(10) Even otherwise, we find that Mr. Kohli's contention is erroneous. His argument rests on that part of the agreement which deals with the construction of the house only. But, the several provisions in the agreement dated the 14th March, 1962, are integral parts of the whole transaction and have to be viewed together. The amount that was paid by the assessed as security and the amount that was being spent by him on the construction of the house, which may appear to be mere advances, if the part of agreement dealing with construction is viewed in isolation, were in fact nothing but payments in anticipation of the delivery of the property to the assessed. The assessed made the payments and was incurring expenses of construction only because he was under the agreement entitled to get and to remain in possession of the property, which was to be ultimately purchased by him. Without the ultimate right to purchase, the assessed, as appears from the agreement, would not have agreed to undertake construction of the house. Even if the right to purchase arose in favor of the assessed, when Smt. Gurdevi declined to make the' stipulated payment and to take over the property, the assessed had paid the sum styled as security and had been engaged in constructing the house and incurring expenses for this purpose, only because he, under the agreement, had the right to treat these payments and expenses as purchase-money for the purchase of the property, which was the ultimate and principal object of the said agreement. This purchase money was being paid, thus, in anticipation of the delivery of property. The agreement between the parties was not an agreement of construction at all. It was, as already noticed, a contract for sale of property subject to certain conditions. The amounts paid by the assessed, by whatever name called, were payment of purchase-money in anticipation of delivery of possession, as becomes clear when the whole contract is taken and read together. It is thus a case covered by section 55(6)(b) of the Transfer of Property Act and the assessed is entitled to a charge on the said property to the extent of the interest of Smt. Gurdevi in the property, for the amount paid or spent by him, which was the purchase-money.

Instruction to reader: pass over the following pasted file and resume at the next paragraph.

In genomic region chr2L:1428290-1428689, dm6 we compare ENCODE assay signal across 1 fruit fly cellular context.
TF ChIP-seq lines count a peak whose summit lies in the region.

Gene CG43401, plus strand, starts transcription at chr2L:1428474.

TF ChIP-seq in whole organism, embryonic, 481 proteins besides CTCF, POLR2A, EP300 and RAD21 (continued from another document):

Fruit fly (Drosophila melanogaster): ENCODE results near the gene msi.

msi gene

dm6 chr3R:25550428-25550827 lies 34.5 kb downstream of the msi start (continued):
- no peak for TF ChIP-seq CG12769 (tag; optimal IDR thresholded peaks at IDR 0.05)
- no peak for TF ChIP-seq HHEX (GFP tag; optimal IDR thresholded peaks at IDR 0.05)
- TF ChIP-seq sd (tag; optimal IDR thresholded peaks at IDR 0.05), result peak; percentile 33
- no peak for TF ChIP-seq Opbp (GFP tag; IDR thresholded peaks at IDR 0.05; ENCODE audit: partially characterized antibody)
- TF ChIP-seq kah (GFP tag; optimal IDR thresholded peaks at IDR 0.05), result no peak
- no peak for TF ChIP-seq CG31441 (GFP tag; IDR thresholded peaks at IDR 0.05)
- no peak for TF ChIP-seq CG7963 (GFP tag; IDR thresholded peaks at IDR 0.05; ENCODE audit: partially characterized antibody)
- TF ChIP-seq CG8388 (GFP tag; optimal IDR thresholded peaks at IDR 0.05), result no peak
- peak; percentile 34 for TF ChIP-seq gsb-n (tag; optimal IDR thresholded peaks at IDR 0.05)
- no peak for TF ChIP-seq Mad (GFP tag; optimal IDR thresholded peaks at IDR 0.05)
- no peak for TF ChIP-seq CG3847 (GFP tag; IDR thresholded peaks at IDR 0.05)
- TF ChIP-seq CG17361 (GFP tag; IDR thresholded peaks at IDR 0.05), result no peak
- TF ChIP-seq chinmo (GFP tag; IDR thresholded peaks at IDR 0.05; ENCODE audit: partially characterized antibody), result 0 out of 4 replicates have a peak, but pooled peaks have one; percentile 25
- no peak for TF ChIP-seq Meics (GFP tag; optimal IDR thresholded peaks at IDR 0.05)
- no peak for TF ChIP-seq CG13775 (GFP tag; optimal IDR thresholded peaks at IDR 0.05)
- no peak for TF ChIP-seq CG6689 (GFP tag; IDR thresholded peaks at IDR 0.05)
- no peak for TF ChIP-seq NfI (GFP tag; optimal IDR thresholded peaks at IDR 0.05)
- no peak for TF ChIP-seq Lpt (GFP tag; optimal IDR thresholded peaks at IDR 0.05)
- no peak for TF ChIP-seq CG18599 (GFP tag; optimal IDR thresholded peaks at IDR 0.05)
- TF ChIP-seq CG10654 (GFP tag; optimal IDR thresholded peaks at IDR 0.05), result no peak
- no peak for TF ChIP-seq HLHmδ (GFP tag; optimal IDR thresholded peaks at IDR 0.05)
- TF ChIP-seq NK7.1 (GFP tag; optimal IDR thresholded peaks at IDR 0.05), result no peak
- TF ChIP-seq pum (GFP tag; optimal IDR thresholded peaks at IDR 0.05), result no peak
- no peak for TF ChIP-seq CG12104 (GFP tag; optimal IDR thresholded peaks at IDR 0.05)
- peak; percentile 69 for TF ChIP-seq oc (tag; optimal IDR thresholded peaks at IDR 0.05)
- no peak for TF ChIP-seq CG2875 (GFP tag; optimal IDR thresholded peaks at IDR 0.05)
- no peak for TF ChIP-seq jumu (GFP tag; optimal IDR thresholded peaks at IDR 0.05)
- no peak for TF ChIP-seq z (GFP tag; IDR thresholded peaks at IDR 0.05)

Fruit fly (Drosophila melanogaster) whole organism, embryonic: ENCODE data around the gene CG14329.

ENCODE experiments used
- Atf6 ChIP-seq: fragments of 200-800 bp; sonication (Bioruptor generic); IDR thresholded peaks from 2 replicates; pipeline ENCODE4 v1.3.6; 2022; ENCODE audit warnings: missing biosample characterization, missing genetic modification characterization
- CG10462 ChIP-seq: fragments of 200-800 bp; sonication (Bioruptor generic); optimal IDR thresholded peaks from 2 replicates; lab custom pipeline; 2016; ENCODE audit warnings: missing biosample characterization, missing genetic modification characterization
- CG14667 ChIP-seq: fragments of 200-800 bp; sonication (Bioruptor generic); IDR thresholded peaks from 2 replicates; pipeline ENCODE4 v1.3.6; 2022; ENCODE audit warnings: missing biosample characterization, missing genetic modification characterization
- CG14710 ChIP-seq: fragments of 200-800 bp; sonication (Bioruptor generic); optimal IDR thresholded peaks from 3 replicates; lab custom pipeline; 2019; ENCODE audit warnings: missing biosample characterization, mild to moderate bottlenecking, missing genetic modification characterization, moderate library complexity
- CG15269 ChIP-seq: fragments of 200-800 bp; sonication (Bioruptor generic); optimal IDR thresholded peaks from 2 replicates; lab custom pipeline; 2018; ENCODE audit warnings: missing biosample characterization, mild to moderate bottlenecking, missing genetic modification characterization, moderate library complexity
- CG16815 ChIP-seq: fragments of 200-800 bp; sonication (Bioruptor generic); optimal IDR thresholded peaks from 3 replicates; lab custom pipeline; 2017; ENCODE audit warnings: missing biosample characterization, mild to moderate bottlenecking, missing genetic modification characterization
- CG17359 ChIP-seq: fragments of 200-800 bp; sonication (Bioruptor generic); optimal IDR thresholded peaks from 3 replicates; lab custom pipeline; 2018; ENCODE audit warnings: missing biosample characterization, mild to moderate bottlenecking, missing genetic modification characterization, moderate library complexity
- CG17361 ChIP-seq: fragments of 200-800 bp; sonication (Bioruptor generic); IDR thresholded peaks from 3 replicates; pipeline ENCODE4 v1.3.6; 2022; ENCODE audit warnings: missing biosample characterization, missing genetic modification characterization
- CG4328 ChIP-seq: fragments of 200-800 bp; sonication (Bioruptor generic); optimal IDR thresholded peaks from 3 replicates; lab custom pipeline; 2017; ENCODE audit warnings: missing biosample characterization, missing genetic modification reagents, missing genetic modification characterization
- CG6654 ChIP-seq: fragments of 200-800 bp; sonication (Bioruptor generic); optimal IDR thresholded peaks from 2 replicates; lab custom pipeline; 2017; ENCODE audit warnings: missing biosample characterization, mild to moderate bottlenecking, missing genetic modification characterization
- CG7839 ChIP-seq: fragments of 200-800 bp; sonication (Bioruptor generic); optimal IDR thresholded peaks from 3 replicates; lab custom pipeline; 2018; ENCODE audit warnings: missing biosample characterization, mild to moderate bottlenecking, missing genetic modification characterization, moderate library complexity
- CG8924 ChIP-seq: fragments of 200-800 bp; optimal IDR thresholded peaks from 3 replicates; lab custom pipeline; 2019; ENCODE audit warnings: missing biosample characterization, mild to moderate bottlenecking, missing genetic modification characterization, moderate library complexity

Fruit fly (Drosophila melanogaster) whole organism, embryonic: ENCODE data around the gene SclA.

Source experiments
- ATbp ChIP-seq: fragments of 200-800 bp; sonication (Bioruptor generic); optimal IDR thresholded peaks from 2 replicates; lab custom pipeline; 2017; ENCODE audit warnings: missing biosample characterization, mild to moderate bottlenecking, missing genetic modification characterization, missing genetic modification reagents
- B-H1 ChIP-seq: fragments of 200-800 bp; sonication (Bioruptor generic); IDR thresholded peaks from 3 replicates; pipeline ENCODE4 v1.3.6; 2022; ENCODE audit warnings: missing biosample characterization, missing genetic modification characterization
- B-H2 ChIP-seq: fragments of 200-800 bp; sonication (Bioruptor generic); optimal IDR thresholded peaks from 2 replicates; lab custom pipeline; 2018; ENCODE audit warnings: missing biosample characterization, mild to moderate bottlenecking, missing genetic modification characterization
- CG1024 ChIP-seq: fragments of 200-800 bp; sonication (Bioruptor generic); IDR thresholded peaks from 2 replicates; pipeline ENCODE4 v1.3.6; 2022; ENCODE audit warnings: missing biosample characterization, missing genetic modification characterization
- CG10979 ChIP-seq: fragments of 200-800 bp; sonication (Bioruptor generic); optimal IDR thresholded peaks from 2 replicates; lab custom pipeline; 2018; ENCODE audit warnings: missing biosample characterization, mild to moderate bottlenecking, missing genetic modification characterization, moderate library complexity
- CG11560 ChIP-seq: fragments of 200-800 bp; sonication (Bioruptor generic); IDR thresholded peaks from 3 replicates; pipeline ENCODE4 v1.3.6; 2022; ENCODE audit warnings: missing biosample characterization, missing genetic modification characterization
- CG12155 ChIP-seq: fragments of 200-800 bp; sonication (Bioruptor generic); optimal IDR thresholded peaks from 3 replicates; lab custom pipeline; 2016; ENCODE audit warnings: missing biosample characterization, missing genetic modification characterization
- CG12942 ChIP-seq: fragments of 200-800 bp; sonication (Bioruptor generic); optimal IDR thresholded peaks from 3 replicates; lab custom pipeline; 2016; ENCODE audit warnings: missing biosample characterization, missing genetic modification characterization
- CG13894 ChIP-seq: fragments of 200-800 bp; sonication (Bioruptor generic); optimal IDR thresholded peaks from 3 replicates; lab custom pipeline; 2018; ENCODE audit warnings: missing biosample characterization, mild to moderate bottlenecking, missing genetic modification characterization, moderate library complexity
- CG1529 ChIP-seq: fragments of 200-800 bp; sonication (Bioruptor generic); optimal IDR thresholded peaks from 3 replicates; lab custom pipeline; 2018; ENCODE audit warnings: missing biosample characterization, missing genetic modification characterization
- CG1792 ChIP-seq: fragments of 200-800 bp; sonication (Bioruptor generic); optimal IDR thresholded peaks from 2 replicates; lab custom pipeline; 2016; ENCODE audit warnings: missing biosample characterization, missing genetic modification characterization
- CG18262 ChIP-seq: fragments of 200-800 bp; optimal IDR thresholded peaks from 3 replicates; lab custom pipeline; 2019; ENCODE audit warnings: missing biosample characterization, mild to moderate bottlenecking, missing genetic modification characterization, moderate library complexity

(11) Mr. Kohli contended that a charge does not create any right in favor of the assessed in the property in question, as a mortgage would create. According to him a mortgage is a transfer of an interest in the property in favor of the mortgagee, while a charge gives a mere right to the charge-holder to payment out of the property without transfer of any interest in it. The distinction sought to be drawn by Mr. Kohli, however, is unreal.
(12) Charge has been defined in section 100 of the Transfer of Property Act, the relevant portion of which reads as follows:
'100. Where immovable property of one person is by act of parties or operation of law made security for the payment of money to another, and the transaction does not amount to a mortgage, the latter person is said to have a charge on the property; and all the provisions hereinbefore contained which apply to a simple mortgage shall, so far as may be, apply to such charge.'